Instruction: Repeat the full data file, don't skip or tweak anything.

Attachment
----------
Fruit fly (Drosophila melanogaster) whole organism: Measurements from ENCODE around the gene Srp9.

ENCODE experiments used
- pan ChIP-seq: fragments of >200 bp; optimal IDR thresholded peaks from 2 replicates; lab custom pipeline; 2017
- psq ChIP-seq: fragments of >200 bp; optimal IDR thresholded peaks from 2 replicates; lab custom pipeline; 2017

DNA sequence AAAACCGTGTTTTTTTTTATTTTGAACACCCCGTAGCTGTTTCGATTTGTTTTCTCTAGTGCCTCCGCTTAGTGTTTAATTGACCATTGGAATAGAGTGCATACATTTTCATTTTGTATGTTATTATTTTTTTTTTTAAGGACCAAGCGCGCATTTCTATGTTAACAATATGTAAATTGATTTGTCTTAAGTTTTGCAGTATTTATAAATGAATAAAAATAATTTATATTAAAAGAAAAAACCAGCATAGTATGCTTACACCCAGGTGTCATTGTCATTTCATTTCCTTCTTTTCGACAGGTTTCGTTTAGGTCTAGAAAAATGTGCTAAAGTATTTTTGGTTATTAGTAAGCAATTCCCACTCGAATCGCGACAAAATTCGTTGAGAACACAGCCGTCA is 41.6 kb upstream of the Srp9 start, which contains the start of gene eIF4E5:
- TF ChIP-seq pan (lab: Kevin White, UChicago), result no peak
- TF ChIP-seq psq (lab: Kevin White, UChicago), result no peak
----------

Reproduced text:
Fruit fly (Drosophila melanogaster) whole organism: Measurements from ENCODE around the gene Srp9.

ENCODE experiments used
- pan ChIP-seq: fragments of >200 bp; optimal IDR thresholded peaks from 2 replicates; lab custom pipeline; 2017
- psq ChIP-seq: fragments of >200 bp; optimal IDR thresholded peaks from 2 replicates; lab custom pipeline; 2017

DNA sequence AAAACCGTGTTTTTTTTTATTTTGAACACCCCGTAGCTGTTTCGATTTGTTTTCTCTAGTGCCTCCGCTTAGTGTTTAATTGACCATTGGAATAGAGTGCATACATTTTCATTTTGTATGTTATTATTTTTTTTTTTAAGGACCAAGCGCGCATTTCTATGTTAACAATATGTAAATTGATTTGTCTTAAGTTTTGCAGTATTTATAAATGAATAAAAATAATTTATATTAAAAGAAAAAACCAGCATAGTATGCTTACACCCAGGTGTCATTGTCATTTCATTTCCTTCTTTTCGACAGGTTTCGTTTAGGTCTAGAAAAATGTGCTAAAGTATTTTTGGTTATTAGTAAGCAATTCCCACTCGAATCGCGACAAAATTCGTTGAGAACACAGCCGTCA is 41.6 kb upstream of the Srp9 start, which contains the start of gene eIF4E5:
- TF ChIP-seq pan (lab: Kevin White, UChicago), result no peak
- TF ChIP-seq psq (lab: Kevin White, UChicago), result no peak